Upper section of post 10 is designated as number 12. Section 12 is here shown as mechanically shaped with sculptured vareigated contour. These sculptured planes provide a base for mechanically anchoring the dental composite which will be adhered to and built upon with dental compositions. The physical contours of the exterior surface of the posts are not of the essence of this invention. Posts exist in about 65 size variations and many contour variations, including smooth posts. Apical end of post 10, has a surface layer of ions 14. At the extreme apical end and for some distance above it, the post is split to provide a springy resilience and thus to avoid a a mechanically destructive compressive rupturing of the dentin as the point is forced in down to the apex or to within 1 mm. of it. The surface layer of ions 14 implanted as described, does not cover and is not implanted inside the split area 18. Number 20 shows the apical end of the post which in FIG. 2 is not split like 18 of FIG. 1. All other numbers , 34, 32, 10, 12, 14, correspond to the descriptions given above for FIG. 1.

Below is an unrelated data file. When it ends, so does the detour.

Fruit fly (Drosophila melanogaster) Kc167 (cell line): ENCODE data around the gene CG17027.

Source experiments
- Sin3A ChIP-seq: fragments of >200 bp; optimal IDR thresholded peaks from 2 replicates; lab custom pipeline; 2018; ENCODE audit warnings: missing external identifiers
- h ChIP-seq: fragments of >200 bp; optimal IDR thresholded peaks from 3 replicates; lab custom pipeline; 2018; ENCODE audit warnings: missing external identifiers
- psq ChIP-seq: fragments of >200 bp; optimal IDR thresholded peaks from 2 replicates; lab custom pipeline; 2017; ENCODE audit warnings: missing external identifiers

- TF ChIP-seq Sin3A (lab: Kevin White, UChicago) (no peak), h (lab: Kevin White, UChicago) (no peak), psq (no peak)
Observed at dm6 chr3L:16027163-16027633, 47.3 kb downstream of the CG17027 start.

A metal can be plated on to the metal post, and this is well known. Posts have been gold-plated, platinum plated and similarly furnished with a surface layer. However an extremely hard metal surface can never be imparted to the metal post in the manner taught herein.
A metal post can also be modified as to its surface to obtain passivity and chemical resistance, and this has been done by surface coating with an organic plastic.
However a surface plastic coating is not permanent. It is at best an integument like a skin of an orange.
The passivity attained by the teachings herein, is permanent, and not attainable by plating or plastic coating.
According to this invention the surface that is created on the metal post is created by implanting ions of a substance that is dissimilar to the metal of the post.
The ions implanted permanently bond to the surface grain layers of the metal post. In the case of nitrogen ions a new alloy is created by the ion layer, having extreme hardness. The metal post cannot be created with such hardness from any metal alloy because such hard alloys cannot be cast, fabricated from solid rods or machined into posts.